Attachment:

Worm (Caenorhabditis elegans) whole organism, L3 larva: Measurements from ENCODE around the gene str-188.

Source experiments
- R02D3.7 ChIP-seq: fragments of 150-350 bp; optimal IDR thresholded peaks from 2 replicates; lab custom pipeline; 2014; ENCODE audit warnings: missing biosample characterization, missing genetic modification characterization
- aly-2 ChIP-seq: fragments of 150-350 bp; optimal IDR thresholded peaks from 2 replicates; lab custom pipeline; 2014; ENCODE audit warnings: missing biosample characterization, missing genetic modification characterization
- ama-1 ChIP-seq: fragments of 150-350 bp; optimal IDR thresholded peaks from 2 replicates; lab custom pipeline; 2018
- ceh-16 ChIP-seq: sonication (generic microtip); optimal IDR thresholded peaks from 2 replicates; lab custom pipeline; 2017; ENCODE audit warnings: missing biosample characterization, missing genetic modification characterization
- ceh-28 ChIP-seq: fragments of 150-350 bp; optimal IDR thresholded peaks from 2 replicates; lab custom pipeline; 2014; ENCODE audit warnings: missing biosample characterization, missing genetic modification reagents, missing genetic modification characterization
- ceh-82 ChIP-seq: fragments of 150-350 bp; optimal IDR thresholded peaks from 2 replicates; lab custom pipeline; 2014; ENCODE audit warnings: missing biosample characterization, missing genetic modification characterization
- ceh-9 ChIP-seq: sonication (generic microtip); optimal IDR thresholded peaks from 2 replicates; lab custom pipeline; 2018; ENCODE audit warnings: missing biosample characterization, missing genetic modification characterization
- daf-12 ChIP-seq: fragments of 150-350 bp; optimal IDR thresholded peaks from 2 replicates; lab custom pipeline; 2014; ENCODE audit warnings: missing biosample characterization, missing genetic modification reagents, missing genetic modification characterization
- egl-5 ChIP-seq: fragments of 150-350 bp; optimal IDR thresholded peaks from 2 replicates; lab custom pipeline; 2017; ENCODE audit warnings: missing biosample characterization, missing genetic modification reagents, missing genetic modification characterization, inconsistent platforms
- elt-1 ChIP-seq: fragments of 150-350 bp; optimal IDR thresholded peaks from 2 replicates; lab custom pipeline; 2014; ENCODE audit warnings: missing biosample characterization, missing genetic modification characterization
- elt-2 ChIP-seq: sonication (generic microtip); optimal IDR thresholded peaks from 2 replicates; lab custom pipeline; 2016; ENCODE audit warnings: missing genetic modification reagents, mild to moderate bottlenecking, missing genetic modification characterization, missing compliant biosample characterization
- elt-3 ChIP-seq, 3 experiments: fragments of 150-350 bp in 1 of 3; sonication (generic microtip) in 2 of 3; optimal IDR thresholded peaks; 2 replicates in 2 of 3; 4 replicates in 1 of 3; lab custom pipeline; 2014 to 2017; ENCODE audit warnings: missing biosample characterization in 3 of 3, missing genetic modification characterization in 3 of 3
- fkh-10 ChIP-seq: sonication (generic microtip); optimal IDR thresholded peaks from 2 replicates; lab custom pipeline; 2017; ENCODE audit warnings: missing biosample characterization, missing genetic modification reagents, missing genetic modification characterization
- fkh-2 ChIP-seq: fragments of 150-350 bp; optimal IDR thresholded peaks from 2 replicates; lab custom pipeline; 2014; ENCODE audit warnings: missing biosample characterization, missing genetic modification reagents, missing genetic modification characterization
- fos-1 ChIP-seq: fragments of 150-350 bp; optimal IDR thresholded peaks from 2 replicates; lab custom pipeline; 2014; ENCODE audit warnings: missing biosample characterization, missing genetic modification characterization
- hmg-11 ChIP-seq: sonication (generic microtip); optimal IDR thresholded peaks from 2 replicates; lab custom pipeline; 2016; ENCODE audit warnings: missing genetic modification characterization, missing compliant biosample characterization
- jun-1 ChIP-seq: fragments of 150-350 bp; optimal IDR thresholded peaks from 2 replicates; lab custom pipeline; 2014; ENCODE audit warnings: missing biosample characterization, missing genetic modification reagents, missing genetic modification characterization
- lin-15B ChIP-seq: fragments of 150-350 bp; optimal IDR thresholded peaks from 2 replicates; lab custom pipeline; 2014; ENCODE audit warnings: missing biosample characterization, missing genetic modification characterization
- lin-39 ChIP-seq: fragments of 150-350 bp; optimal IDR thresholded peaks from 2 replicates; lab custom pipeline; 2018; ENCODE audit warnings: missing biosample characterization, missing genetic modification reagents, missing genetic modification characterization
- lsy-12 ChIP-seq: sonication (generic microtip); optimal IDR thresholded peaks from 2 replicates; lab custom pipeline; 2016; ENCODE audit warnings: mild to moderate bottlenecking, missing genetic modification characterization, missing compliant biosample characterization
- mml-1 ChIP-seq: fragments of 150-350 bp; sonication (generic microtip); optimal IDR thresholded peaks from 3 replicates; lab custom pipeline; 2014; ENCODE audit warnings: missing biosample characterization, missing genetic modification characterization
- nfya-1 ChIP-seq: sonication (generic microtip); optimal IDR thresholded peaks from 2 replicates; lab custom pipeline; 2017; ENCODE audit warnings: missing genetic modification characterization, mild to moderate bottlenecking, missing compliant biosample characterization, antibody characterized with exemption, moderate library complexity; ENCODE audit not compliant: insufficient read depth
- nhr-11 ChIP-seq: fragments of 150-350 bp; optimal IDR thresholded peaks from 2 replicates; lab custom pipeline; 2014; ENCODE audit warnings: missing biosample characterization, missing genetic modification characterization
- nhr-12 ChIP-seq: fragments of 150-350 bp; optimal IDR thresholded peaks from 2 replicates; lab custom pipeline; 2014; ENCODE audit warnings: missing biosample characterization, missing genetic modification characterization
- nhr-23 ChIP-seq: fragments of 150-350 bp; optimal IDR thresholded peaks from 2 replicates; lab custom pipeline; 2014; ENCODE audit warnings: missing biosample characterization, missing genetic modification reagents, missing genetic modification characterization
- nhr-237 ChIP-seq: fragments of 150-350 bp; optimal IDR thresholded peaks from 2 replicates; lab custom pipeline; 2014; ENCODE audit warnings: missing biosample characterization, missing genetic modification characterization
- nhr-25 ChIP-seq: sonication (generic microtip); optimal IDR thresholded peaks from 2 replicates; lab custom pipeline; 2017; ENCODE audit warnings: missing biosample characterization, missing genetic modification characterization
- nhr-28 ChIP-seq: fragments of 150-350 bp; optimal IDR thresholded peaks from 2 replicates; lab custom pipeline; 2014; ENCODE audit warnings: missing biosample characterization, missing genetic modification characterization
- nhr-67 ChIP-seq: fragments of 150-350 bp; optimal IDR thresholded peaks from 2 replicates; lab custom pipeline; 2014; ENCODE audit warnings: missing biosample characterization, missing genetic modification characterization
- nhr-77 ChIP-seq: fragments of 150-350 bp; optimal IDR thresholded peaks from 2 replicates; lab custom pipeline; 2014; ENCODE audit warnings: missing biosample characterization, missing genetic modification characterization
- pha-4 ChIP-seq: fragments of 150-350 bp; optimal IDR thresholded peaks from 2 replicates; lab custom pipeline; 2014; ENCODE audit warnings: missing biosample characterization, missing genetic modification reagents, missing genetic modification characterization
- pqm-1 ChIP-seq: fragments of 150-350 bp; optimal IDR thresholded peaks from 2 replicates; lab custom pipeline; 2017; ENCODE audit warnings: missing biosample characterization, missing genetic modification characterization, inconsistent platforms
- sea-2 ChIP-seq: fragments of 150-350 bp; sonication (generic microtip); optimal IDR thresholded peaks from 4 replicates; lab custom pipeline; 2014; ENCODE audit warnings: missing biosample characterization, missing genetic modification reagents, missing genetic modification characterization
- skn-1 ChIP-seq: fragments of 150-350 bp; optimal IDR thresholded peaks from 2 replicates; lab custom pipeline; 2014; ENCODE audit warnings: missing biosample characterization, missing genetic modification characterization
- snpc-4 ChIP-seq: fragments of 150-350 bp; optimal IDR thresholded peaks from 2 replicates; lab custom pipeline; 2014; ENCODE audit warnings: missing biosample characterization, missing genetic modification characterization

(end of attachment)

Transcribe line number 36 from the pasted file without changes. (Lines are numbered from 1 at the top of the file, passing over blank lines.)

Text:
- skn-1 ChIP-seq: fragments of 150-350 bp; optimal IDR thresholded peaks from 2 replicates; lab custom pipeline; 2014; ENCODE audit warnings: missing biosample characterization, missing genetic modification characterization